World Wide Phrases

World Wide Phrases

Tony Blair have to be enjoying a second of epicaricacy over Donorgate and Gordon Brown being described by David Cameron in PMQs as ‘the man within the canoe’. One can nearly detect a component of epicaricacy from the Brexit-supporting English, who’ve been the objects of scorn from the Scottish intelligentsia in the course of the lengthy debate in respect of Brexit. 5 – Another phrase with a meaning similar to Schadenfreude is “morose delectation” (“delectatio morosa” in Latin), which means “the habit of dwelling with enjoyment on evil thoughts”. The medieval church taught morose delectation as a sin. French writer Pierre Klossowski ( ) maintained that the enchantment of sadism is morose delectation.

A German word which means hurt joy, used to imply pleasure taken on the misfortunes of another person. noun rare Rejoicing at or derivation of enjoyment from the misfortunes of others. Rejoicing at or derivation of pleasure from the misfortunes of others. Rejoicing at or deriving pleasure from the misfortunes of others.

Thesaurus For Epicaricacy

A in style trendy collection of rare words, nonetheless, offers its spelling as “epicaricacy.” 2 – The word derives from Schaden and Freude ; Schaden derives from the Middle High German schade, from the Old High German scado. Freude comes from the Middle High German vreude, from the Old High German frewida, from frō, .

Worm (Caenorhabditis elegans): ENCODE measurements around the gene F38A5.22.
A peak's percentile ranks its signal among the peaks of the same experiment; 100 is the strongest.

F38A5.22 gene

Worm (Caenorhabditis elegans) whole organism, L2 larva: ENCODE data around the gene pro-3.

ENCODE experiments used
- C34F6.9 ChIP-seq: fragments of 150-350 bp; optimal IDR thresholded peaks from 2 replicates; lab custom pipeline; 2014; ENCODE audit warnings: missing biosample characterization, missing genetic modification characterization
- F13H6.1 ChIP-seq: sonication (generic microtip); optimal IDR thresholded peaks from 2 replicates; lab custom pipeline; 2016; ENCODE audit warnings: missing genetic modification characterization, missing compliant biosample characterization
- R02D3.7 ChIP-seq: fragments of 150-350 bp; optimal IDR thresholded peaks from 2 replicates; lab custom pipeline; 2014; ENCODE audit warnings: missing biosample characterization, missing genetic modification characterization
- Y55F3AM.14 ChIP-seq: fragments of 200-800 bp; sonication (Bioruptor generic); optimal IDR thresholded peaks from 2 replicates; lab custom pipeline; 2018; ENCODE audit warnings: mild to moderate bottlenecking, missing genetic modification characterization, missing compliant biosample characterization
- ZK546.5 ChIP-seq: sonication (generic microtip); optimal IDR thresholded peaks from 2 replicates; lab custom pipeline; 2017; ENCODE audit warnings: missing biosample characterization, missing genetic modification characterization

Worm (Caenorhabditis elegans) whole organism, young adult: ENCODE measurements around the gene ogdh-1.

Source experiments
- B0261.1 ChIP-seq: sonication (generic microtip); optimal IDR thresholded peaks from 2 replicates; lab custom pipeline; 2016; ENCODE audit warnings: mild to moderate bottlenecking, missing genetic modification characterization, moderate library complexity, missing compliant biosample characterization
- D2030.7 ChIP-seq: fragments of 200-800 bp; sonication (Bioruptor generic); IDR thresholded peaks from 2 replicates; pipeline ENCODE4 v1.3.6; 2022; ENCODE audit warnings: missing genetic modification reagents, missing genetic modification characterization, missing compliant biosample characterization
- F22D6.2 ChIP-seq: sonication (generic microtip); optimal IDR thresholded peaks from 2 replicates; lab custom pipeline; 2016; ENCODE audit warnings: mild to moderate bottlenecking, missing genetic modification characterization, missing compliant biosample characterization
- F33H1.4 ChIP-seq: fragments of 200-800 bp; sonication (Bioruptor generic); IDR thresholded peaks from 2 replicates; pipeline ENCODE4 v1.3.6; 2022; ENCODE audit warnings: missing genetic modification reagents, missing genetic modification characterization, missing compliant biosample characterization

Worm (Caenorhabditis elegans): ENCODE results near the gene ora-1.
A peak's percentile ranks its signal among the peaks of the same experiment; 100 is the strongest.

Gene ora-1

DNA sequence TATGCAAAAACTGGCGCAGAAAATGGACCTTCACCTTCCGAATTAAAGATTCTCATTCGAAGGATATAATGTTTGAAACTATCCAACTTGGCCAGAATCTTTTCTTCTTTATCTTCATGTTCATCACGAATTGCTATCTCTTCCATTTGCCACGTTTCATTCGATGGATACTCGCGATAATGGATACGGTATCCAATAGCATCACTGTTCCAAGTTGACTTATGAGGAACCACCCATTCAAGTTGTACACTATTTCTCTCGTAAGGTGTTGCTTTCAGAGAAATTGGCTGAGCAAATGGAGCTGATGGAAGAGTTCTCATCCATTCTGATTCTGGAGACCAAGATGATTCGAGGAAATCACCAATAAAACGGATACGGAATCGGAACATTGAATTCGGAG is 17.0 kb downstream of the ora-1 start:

They say that it’s from Greek epi, upon, plus chara, pleasure, and kakon, evil. It’s recorded in several old works, including Nathan Bailey’s An Universal Etymological English Dictionary of 1721, though in the spelling epicharikaky. It is recorded even earlier in the authentic Greek spelling in Robert Burton’s The Anatomy of Melancholy of 1621.

More Word Quizzes:

In German, the word all the time has a adverse connotation. A distinction exists between “secret schadenfreude” and “open schadenfreude” (Hohn, a German word roughly translated as “scorn”) which is outright public derision. The word isn’t OED as listed term being outlined — but it is in one of there pattern quotes for another word. Here’s their first citation for ‘shadenfeude’, from 1852; the quotation additionally uses ‘epicaricacy’, spelling it in greek letters. The word appears in many of the editions of Nathaniel Bailey’s dictionary.

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